Feminine humour: Five questions for Rosalie Vaillancourt
March 8 marked International Women’s Day. Tastet would like to highlight the invaluable contribution of women to Quebec society, both in the restaurant industry and in other sectors. All this week, as part of our series of articles “5 questions for…”, we are going to meet women who inspire us. Whether they are restaurateurs, chefs, artistic personalities, or professional athletes, we are always delighted to learn more about these women who brighten our daily lives. These wonderful encounters spark an enthusiasm in us that we naturally want to share with our readers. We invite you to discover some of Tastet’s favourite women with a few playful Q&A’s.
We are delighted to share with you our small interview with the one and only, Rosalie Vaillancourt. Have you ever wondered what she eats to be so funny? Well, obviously we were curious and immediately went looking for answers.
Jokes aside (which is hard to do in Rosalie’s presence), she’s a young woman who’s managed to make her way as a female comedian in a world where, let’s face it, comedy is mostly male dominated. Bold and flamboyant, she doesn’t seem to be afraid of anything, or at least not of ridicule. Her wit and sense of humour are seriously admirable qualities in her. It is through her character of “enfant roi” that she has achieved great success, which continues to grow. One thing is for sure, she’s giving us a run for our money and, whether you’re a fan or not, she’s opening the doors to other young women who are have their sights set on comedy.
Discover Rosalie Vaillancourt’s gourmet side with us, not to mention some funny answers, but that’s to be expected, isn’t it?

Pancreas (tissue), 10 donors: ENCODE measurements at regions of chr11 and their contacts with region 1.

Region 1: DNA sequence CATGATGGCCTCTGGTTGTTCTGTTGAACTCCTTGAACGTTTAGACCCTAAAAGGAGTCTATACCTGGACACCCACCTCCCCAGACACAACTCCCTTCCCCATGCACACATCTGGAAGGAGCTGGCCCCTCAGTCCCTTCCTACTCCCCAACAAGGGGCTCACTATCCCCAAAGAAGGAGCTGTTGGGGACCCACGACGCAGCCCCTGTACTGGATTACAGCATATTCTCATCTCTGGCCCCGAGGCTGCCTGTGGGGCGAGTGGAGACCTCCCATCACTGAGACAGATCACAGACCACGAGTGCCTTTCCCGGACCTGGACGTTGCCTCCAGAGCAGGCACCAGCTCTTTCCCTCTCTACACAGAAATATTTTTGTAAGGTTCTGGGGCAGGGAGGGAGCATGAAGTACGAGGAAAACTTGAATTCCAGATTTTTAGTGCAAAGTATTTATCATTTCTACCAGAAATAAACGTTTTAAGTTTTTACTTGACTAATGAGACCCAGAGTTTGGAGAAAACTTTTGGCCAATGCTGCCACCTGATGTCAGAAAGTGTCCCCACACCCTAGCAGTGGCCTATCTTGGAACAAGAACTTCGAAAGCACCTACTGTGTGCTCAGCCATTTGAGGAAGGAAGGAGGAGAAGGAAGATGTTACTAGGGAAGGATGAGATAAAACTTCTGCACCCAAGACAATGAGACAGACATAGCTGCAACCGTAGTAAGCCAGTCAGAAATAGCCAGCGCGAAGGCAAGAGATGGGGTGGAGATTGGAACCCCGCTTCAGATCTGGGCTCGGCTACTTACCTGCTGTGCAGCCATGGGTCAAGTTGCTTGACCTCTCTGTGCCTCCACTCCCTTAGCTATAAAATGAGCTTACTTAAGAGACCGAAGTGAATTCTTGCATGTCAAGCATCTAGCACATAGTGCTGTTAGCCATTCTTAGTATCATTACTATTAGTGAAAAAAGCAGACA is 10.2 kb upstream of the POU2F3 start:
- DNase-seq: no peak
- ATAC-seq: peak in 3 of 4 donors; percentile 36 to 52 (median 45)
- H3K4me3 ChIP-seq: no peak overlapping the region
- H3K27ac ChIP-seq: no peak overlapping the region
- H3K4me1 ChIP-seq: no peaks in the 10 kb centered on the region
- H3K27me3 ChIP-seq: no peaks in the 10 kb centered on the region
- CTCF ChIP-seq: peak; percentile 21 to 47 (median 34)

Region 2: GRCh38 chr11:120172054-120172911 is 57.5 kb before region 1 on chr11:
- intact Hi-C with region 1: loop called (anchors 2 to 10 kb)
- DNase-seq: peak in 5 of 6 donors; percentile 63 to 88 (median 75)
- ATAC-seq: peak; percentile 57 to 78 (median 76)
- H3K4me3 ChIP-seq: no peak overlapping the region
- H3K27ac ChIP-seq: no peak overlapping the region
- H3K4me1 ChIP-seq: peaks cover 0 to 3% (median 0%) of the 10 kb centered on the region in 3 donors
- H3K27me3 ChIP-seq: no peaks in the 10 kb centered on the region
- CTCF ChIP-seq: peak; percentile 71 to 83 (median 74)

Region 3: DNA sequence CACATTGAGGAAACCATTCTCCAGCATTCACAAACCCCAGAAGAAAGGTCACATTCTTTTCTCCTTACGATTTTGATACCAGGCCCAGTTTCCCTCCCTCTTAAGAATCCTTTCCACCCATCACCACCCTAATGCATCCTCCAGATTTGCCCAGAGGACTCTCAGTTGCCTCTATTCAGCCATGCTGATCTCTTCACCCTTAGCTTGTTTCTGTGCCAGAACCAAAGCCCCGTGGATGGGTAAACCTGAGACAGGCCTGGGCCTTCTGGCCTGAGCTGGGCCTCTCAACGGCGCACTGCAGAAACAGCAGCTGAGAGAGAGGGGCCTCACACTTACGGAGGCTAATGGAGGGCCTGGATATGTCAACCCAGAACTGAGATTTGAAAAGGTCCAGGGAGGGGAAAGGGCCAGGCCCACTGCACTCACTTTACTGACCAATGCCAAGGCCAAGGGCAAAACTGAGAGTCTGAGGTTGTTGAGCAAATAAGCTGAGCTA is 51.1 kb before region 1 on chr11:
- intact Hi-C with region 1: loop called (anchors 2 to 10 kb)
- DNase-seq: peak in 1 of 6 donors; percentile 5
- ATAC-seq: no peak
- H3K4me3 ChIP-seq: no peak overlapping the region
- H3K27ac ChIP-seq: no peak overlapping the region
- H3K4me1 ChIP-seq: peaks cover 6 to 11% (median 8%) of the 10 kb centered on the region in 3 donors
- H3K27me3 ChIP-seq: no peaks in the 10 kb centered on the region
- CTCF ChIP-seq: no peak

What did you have for breakfast?
“Eh boy! An egg, some ham… kind of intense. You know, thick Charlevoix ham. You have to admit that it’s super rich, right? With two slices of bread and a Redbull. A breakfast of champions.”
Which chef would you like to cook/eat/spend an evening with (dead or alive)?
“The one with all the tattoos… Matty Matheson. I think we’d have a lot of fun together.”
Those who know Mathy Matheson know that his dishes are, shall we say, a little greasy, and that a decent piece of meat is usually involved.
“At home I’m really careful about what I eat, but when I go out or to a restaurant, let’s just say I don’t go halfway. In fact, when I go to the restaurant, I’m often sick because I eat too much.”
What would you never eat?
“Chicken liver. Do people still eat that for real? Anyway. Oh yeah, and I really don’t like fish! I only eat fish if it’s fried.”
What is the restaurant that you are looking forward to going back to when everything is open again?
“Manitoba, because I think it’s an experience you really can’t recreate at home, like eating seal for example. Plus, you can sit and chat with the cooks while they work. Everything is good.”
If you were a chef, what kind of restaurant would you open?
“I would have a doggy cafe! I would serve something simple like tacos or something like that. You know when you eat tacos, they always fall everywhere so when they fall on the floor, the dogs can eat them.”
It goes without saying that she really has it all figured out. Those who have been following Rosalie for a while will know that she is completely gaga over her dog, Chantal. It would not be far-fetched to assume that she was the inspiration behind this idea.
This or that
Sweet or savoury? “Savoury”.
Butter or margarine? “Margarine. It really pisses me off when butter is all hard.”
Fruit or vegetables? “For a snack? Fruit.”
Fried chicken or rotisserie chicken? “Rotisserie chicken.“
Follow a recipe or freestyle? “I’m the kind of person who follows a recipe until I realize I’m missing ingredients and replace oil with vinegar.”
Beer or wine? “Wine.”
Guilty pleasure? “Maple stuff… j’aime bin ça.” (I love it.)
To learn more about other Tastet’s favourite personalities, check out our five questions for Laurent Duvernay-Tardif, Gabriella Kinté Garbeau, Paul Toussaint, Camilo Lapointe-Nascimento and Nicolas Ouellet.
Written by Marc-Antoine Ranger
Photography by Émilie Hébert